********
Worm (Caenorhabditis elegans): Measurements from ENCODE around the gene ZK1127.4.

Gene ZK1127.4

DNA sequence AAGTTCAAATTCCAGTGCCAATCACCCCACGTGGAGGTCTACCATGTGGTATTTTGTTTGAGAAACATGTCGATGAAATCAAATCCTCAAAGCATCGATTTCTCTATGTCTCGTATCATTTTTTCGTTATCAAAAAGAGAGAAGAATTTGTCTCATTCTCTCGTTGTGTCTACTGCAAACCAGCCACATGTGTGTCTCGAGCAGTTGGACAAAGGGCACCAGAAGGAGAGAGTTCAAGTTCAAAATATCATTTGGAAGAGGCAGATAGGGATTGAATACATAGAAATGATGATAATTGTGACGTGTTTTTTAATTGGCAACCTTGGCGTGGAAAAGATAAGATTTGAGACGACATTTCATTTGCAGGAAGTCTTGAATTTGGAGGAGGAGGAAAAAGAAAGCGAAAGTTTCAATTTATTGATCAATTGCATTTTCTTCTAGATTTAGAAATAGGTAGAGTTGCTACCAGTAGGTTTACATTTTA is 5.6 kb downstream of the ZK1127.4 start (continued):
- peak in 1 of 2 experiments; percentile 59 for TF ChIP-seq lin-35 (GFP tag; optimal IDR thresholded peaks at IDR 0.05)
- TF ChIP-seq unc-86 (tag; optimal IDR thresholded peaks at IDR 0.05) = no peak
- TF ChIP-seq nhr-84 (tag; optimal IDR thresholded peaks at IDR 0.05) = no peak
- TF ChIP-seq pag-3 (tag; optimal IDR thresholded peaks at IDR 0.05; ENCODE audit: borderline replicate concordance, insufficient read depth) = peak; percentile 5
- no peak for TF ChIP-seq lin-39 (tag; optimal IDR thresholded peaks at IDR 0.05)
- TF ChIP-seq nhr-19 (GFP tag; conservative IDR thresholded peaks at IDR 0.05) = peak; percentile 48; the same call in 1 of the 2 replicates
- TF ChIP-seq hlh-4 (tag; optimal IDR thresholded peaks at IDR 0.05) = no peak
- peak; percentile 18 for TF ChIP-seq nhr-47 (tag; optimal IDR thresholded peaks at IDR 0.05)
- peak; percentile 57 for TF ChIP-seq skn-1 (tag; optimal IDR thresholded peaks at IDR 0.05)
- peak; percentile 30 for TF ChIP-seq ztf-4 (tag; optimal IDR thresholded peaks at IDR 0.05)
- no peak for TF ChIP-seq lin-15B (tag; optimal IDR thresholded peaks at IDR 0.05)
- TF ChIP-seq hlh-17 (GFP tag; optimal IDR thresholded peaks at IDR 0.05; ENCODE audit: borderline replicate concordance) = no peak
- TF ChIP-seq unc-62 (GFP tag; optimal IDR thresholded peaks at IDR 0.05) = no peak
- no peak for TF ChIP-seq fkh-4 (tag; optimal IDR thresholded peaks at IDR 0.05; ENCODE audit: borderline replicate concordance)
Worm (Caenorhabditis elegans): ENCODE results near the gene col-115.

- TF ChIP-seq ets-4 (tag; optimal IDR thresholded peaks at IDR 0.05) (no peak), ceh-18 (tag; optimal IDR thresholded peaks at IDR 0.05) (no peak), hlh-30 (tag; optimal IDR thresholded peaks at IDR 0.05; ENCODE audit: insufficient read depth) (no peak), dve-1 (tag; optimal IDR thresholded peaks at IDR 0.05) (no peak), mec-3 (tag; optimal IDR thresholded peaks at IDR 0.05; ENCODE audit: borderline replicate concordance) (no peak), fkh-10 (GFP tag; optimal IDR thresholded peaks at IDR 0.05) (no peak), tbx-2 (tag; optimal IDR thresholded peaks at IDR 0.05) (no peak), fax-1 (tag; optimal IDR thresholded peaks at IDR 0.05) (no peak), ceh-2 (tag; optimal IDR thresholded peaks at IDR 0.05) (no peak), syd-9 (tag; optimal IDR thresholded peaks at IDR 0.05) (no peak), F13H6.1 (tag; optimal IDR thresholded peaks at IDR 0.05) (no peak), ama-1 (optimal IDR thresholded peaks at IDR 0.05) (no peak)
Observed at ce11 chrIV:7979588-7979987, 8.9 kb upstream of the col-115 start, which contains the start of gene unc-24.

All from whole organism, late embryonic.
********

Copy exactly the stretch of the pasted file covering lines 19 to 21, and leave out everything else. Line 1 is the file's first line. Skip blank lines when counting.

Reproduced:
- TF ChIP-seq ets-4 (tag; optimal IDR thresholded peaks at IDR 0.05) (no peak), ceh-18 (tag; optimal IDR thresholded peaks at IDR 0.05) (no peak), hlh-30 (tag; optimal IDR thresholded peaks at IDR 0.05; ENCODE audit: insufficient read depth) (no peak), dve-1 (tag; optimal IDR thresholded peaks at IDR 0.05) (no peak), mec-3 (tag; optimal IDR thresholded peaks at IDR 0.05; ENCODE audit: borderline replicate concordance) (no peak), fkh-10 (GFP tag; optimal IDR thresholded peaks at IDR 0.05) (no peak), tbx-2 (tag; optimal IDR thresholded peaks at IDR 0.05) (no peak), fax-1 (tag; optimal IDR thresholded peaks at IDR 0.05) (no peak), ceh-2 (tag; optimal IDR thresholded peaks at IDR 0.05) (no peak), syd-9 (tag; optimal IDR thresholded peaks at IDR 0.05) (no peak), F13H6.1 (tag; optimal IDR thresholded peaks at IDR 0.05) (no peak), ama-1 (optimal IDR thresholded peaks at IDR 0.05) (no peak)
Observed at ce11 chrIV:7979588-7979987, 8.9 kb upstream of the col-115 start, which contains the start of gene unc-24.

All from whole organism, late embryonic.